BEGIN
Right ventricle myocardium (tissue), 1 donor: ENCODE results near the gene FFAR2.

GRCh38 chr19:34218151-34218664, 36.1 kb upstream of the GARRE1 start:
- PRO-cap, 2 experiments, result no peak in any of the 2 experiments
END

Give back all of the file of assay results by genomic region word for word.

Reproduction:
Right ventricle myocardium (tissue), 1 donor: ENCODE results near the gene FFAR2.

GRCh38 chr19:34218151-34218664, 36.1 kb upstream of the GARRE1 start:
- PRO-cap, 2 experiments, result no peak in any of the 2 experiments